I’d never heard of Vivian Maier before yesterday, but now I can’t stop thinking about her.
Maier’s street photography is probably the best I’ve ever seen — but the reclusive Chicago nanny never intended for anyone to see it.
Her choice of subjects, her use of light, her impeccable timing … it’s just incredible to think she wasn’t a professional. But she was a genius.
I saw Maier’s images for the first time during This American Life live, a visual adaptation of one of my favourite podcasts, which was beamed in real time to movie theaters across the U.S. and Canada.
John Maloof, the young man who purchased thousands of Maier’s unattributed negatives at an antique auction, is now on a mission to share her work with a new generation. He admits the intensely private woman probably would have hated the attention, but was never able to ask her permission directly.
Out of the more than 100,000 negatives I have in the collection, about 20-30,000 negatives were still in rolls, undeveloped from the 1960s-1970s. I have been successfully developing these rolls. I must say, it’s very exciting for me. Most of her negatives that were developed in sleeves have the date and location penciled in French (she had poor penmanship).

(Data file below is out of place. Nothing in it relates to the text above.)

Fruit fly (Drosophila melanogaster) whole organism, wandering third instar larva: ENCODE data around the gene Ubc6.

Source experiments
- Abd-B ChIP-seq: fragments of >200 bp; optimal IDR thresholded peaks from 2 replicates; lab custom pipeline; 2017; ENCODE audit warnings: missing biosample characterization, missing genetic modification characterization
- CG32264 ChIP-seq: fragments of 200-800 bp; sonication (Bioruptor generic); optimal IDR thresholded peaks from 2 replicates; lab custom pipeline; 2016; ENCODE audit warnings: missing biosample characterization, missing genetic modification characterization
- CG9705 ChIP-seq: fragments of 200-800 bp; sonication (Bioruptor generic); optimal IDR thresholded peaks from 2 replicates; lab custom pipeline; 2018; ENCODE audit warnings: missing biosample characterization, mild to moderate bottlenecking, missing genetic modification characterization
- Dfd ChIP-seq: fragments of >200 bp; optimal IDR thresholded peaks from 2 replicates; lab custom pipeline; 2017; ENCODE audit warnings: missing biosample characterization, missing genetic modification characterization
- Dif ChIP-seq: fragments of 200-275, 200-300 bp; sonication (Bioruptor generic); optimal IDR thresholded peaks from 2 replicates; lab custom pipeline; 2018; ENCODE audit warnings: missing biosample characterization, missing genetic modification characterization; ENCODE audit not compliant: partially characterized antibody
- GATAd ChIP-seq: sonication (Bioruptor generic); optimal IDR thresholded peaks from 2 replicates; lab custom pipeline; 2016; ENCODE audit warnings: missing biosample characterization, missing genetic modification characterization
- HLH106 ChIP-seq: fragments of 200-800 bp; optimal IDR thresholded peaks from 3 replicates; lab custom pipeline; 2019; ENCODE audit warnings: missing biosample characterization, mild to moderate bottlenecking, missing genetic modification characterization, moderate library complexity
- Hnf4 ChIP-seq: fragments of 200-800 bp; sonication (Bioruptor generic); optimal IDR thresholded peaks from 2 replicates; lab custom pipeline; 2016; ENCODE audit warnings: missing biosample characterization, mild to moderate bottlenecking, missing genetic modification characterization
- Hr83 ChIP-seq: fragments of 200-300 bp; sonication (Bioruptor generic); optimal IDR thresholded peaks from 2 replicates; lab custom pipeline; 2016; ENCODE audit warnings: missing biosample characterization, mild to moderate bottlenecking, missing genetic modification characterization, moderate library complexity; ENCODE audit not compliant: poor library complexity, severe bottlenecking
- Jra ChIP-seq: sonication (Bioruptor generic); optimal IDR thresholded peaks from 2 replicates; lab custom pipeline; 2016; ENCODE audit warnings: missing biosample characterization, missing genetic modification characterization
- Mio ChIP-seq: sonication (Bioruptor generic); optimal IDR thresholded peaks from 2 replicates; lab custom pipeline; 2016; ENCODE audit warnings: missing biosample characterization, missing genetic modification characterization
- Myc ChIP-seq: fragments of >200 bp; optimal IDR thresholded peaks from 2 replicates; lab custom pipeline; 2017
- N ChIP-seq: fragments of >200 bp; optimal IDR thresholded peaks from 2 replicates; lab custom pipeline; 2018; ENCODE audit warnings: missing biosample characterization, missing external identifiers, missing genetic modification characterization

I found her name written with pencil on a photo-lab envelope. I decided to ‘Google’ her about a year after I purchased these only to find her obituary placed the day before my search. She passed only a couple of days before that inquiry on her.
Maier caught fleeting moments like bubbles on the tip of her finger, and I’m not sure who could keep such talent to themselves.
In a world full of photoshopped renditions of posed subjects, these images are intoxicating in their authenticity.
With apologies – thank you, Ms. Maier.